Moylan said that technology and the overall soccer focus have helped make Sports Endeavors “probably the biggest performance-based retailer of soccer in the world. That’s what’s been told to us by the brands.”

Beyond the flagship business of, Sports Endeavors also owns, acquired in 2005, and, which was launched internally in 2017.

Launched in 2001, World Soccer Cup was founded by Bernard Frei, who still runs, and the platform focuses on fan apparel and merchandise.

Moylan said sells a “massive amount of fan wear” with many buyers former players who first bought their performance gear on or through Eurosport. caters to fervent soccer fans introduced to the sport as spectators in their twenties, with most not playing the game. Many have become fans of one of the major European clubs, including Liverpool, Manchester United, Real Madrid, or Borussia Dortmund.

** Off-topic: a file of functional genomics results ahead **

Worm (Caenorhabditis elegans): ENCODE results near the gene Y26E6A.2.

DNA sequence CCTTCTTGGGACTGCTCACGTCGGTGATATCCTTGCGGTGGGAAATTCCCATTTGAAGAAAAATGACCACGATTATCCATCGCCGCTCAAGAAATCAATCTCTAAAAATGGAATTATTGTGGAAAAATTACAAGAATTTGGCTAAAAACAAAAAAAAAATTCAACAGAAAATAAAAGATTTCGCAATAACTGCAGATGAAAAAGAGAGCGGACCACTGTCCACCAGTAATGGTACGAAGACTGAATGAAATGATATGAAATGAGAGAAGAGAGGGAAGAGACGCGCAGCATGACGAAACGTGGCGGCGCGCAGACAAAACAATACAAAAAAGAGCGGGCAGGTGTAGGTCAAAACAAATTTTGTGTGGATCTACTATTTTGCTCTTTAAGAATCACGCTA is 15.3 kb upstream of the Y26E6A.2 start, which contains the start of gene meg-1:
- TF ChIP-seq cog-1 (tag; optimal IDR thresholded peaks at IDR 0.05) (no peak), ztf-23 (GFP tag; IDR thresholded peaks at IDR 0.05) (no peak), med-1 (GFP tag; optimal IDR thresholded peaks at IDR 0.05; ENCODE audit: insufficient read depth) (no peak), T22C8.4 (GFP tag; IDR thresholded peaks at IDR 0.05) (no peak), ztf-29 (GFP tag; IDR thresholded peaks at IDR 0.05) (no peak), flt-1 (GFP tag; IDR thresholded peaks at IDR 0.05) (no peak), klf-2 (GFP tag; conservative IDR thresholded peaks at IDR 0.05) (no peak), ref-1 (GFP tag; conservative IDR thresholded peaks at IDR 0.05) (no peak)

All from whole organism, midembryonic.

“When they looked at, they saw something that wasn’t part of their passion,” said Moylan. “There’s a lot of performance-based, technical-based products whereas World Soccer shop is just focused on the fan.”

He added, “They like that spirit of camaraderie that doesn’t involve 12-, 13-, 14-year-old kids playing on Saturday. That’s just not what they’re involved in. They complement each other in a massive way, and we run the businesses completely separately. Two separate management teams and creative teams allow independence. When they speak to the audience, it works.” has a split focus on volleyball and baseball. The platform brings’s Player Pass gear-ordering technology to a site tailored to volleyball and baseball players. Said Moylan, “We needed a space and a place that doesn’t feel just like soccer. You want volleyball representation and the same thing with baseball. But it’s been amazing. The volleyball, baseball part of the business has exploded in the last few years.”

431 refers to the address of Sports Endeavors’ Hillsborough headquarters.

Moylan said Sports Endeavors partnered with Seawall Capital because the investment boutique fit three criteria for the business.